The abhorrent practices of human slavery and forced prostitution and child labor still exist in the modern world of the twenty-first century. Under the general caption of ‘human trafficking’, the CCICADA research partners from the University of Southern California’s Information Science Institute and the Center for Human Trafficking at the Annenberg School for Communication have developed methods for reviewing and analyzing large social media communications and web posts to help identify potential cases of human trafficking.
Many CCICADA partner researchers have been working on the analysis of social media and other Internet-based communications formats. Techniques have and are being developed to take massive and diverse data sources to find patterns and anomalies. The recent advances use content and photo recognition methods to enhance information.
The project at USC to combat Human Trafficking focuses on finding underage prostitutes and working with law enforcement to eradicate the criminal entities. The researchers gather and combine a variety of Twitter and website posts (e.g., escort service websites or posted advertisements on venues such as craigslist and backpage). They identify patterns in posted advertisements, most consisting of non-trustworthy information such as false addresses or false ages, in order to identify what information can be trusted and suggest ways to trace those posting the information.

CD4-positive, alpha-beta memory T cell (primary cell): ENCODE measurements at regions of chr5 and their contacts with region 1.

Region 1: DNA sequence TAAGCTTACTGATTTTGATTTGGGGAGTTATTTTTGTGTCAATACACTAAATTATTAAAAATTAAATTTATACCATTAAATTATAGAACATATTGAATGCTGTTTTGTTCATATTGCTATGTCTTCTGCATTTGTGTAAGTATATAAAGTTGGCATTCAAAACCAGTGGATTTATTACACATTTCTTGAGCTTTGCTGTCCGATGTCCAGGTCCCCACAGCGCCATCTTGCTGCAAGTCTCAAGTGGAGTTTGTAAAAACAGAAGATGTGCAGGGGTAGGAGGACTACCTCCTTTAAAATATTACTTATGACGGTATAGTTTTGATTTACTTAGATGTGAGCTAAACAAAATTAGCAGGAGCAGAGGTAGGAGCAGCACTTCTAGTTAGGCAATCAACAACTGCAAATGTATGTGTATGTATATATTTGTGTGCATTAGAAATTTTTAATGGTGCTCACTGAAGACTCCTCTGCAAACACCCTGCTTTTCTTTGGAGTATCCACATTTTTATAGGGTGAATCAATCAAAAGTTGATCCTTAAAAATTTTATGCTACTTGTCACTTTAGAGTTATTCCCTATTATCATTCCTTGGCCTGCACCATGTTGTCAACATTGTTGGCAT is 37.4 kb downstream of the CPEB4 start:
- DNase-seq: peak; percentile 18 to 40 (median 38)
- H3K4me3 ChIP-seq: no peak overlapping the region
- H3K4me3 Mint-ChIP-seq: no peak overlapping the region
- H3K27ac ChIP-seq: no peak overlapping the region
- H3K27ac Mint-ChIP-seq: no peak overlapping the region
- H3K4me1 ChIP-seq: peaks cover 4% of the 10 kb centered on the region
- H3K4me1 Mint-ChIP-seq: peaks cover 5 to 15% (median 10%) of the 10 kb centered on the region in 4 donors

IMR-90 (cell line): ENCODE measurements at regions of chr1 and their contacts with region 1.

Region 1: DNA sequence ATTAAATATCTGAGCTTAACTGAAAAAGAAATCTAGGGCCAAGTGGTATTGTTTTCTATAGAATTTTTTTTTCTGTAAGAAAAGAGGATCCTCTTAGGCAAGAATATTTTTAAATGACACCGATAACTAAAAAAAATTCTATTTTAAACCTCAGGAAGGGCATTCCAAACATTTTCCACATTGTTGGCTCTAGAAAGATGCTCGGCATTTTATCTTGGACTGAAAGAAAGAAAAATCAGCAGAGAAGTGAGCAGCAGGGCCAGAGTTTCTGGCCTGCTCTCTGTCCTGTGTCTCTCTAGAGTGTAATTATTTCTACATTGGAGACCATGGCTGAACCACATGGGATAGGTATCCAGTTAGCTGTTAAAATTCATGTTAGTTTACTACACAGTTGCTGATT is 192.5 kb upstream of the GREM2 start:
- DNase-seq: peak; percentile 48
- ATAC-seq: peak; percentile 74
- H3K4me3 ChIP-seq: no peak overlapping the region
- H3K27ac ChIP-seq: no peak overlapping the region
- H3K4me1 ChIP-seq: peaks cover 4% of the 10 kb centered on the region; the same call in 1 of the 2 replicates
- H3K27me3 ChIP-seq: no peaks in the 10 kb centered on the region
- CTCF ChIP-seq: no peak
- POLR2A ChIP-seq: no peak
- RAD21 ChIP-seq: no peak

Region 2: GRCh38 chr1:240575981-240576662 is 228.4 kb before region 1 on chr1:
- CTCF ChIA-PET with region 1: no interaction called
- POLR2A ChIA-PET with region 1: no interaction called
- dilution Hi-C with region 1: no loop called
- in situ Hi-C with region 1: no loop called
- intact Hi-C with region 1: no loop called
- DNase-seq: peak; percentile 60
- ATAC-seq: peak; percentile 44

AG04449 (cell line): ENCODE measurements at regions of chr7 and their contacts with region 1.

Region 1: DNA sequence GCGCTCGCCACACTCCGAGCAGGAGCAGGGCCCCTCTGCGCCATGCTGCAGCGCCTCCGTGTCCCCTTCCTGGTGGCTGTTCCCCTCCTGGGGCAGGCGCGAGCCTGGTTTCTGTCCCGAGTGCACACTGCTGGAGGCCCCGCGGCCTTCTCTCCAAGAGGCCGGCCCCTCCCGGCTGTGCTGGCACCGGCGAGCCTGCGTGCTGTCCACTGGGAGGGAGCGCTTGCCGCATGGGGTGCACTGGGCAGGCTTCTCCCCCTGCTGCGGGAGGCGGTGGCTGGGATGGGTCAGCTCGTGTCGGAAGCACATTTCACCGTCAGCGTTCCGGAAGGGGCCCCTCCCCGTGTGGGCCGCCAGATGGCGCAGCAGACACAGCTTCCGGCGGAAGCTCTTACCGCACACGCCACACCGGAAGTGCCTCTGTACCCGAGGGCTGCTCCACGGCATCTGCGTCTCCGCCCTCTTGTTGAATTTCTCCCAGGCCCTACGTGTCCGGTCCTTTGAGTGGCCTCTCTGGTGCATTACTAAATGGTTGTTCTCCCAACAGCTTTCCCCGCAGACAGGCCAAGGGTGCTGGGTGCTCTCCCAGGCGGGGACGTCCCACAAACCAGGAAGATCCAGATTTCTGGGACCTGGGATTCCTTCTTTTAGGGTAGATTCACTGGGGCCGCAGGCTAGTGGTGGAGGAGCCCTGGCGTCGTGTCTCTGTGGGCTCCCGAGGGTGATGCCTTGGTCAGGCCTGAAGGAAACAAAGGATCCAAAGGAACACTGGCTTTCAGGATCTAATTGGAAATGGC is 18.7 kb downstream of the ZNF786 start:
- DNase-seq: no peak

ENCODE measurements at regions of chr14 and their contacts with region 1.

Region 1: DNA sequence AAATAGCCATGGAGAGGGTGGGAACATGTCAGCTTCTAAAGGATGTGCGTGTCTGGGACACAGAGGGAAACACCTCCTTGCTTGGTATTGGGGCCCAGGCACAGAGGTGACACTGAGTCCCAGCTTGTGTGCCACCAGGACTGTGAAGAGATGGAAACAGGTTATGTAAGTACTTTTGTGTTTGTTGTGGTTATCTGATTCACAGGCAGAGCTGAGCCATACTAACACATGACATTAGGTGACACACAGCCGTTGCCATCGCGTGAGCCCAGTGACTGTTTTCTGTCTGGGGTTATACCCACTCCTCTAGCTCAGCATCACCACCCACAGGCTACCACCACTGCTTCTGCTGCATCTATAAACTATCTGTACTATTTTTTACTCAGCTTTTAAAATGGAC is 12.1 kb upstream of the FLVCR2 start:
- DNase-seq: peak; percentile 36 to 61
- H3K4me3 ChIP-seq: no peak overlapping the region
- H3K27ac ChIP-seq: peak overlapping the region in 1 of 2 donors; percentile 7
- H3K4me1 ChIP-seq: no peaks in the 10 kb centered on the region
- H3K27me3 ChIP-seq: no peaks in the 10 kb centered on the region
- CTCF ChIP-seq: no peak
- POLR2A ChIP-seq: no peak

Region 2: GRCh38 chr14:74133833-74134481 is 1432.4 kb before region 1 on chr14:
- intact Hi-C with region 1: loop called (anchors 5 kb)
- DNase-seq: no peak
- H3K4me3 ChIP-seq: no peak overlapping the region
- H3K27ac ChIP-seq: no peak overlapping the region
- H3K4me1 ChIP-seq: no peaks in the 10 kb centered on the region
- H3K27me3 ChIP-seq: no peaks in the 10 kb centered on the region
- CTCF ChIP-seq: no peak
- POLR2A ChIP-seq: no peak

With the help of expert elicitations from leading law enforcement experts, the CCICADA researchers determine the specific data areas that give indication across sites that an individual who is being promoted as age-appropriate is indeed young and perhaps enslaved unwillingly. Methods are used to help determine the likely ages of those identified and the team further investigates whether the photos obtained from the websites and Twitter or advertisement profiles are good enough to provide accurate age reconciliation information.
Law Enforcement and other Partners
The CCICADA researchers have worked in partnership with several law enforcement entities and other stakeholders on this project: State of California Office of the Attorney General; Los Angeles Police Department; Los Angeles Task Force on Human Trafficking (City of LA); the US Department of Justice; the Federal Bureau of Investigation; US Department of State; United Nations.